I’m aware that a discussion has been had on the influence of Zoroastrianism on Early Judaism. I’ve been reading the Gathas recently, the earliest texts of the Zoroastrian religion, probably composed by Zoroaster himself (possibly dating to around 1000BC, and I have to say, that it’s a poor match for biblical monotheism, perhaps due to verses such as this:
“we worship the Cow’s Soul and her Maker; and our own souls, and those of the livestock that seek our favour… and the souls of the wild creatures that are harmless we worship. And the souls of the followers of Right we worship…”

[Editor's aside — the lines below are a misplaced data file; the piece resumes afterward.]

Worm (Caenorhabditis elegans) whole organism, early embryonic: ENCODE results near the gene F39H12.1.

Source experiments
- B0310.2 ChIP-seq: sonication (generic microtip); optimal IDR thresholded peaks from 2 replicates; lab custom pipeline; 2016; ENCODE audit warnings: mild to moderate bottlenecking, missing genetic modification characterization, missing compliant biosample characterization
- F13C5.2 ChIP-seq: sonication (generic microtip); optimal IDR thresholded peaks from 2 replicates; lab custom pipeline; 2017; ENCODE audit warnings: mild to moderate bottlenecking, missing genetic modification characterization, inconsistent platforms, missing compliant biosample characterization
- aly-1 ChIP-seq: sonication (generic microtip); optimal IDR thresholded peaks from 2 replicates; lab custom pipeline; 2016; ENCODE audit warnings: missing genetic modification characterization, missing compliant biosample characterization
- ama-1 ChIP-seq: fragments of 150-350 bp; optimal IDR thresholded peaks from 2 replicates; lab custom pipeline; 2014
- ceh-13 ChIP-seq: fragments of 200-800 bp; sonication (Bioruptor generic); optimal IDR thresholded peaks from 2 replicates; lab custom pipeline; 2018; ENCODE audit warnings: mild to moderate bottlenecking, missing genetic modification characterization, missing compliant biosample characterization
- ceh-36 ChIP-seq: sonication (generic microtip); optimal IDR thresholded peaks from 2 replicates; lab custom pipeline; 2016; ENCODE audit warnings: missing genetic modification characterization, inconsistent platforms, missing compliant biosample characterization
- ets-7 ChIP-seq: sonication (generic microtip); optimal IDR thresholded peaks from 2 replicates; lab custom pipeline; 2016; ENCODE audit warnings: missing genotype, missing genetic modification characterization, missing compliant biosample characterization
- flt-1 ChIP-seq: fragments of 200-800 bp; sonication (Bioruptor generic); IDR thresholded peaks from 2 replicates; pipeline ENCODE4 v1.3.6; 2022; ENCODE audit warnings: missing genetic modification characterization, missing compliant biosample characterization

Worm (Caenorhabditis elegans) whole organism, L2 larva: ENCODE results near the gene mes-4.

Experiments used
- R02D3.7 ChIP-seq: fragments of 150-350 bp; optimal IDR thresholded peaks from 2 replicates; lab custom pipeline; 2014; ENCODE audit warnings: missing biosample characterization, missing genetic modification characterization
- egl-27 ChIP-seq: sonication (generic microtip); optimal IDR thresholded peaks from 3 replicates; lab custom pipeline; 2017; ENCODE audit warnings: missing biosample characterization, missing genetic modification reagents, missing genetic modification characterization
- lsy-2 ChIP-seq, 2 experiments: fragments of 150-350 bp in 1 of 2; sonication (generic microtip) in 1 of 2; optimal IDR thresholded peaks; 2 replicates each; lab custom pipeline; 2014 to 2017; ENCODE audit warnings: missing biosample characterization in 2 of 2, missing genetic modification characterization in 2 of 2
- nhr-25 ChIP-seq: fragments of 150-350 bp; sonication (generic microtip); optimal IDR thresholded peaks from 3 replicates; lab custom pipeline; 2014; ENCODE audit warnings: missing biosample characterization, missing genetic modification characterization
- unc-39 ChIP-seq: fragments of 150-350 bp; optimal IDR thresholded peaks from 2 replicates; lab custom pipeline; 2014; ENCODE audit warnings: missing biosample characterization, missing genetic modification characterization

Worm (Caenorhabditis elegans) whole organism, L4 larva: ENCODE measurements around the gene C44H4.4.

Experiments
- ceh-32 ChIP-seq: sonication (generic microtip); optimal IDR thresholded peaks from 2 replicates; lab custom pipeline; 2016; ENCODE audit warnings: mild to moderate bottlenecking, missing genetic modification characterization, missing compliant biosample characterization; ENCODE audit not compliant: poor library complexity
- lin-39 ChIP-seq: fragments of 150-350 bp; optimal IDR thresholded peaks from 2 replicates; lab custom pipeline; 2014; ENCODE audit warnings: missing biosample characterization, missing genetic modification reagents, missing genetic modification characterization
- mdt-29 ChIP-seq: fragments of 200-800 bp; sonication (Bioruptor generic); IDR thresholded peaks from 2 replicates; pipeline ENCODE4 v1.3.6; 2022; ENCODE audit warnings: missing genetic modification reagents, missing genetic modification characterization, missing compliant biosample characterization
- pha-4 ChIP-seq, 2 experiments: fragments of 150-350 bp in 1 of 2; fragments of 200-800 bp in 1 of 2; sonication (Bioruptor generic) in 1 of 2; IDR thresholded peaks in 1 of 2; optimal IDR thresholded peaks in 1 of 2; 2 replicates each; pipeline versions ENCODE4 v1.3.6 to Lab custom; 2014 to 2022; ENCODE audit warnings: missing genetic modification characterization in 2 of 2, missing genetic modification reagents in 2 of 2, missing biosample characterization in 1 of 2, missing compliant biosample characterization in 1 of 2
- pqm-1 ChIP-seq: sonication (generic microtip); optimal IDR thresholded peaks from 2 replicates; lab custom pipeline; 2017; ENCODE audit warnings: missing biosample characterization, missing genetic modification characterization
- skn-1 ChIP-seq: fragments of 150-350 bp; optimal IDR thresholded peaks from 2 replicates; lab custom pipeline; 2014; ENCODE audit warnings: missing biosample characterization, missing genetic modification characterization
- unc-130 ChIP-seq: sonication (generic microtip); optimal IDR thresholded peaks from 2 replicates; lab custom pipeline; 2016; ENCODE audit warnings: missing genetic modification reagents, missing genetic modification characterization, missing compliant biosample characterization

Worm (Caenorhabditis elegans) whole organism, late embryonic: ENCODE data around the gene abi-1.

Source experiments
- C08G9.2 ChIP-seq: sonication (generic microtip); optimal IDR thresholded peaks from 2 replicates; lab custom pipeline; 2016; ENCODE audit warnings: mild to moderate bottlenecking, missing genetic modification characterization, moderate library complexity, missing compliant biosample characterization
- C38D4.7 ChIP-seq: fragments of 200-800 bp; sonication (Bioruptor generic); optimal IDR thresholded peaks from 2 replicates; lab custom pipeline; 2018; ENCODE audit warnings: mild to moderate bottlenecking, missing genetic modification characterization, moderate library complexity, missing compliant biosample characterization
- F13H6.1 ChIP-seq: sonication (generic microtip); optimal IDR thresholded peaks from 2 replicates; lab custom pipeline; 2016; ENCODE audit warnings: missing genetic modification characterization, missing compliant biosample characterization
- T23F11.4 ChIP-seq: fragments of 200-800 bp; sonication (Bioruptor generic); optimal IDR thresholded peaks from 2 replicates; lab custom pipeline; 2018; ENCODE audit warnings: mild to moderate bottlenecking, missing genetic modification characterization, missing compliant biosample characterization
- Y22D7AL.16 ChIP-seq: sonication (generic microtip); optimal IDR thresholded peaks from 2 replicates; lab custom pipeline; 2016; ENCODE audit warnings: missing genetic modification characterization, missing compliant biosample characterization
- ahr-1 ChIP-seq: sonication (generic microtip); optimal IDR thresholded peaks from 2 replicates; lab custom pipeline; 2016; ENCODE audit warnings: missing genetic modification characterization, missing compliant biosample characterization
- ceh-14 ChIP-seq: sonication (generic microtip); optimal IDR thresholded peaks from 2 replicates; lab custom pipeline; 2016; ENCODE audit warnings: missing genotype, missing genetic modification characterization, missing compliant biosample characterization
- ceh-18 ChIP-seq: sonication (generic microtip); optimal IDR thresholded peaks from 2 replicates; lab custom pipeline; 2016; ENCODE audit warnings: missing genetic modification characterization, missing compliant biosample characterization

This doesn’t exactly sound like monotheism to me, alongside other early Yasnas.
Jon Levenson also points out that the earliest unambiguous reference to resurrection of the dead in Judaism, that of Daniel 12, doesn’t match the expectation as found in Zoroastrianism, and in fact has much better parallels in earlier Canaanite stories. Most importantly, it mentions the dead awakening from the dust of the earth, which contrasts with Zoroastrians, who didn’t bury their dead. So the idea of resurrection was probably indigenous to Israel.
None of this is to suggest that Zoroastrianism and Judaism had no interaction in antiquity, but I doubt that it ‘alone’ could have been the source for belief in monotheism or resurrection. @Sealkin @gbrooks9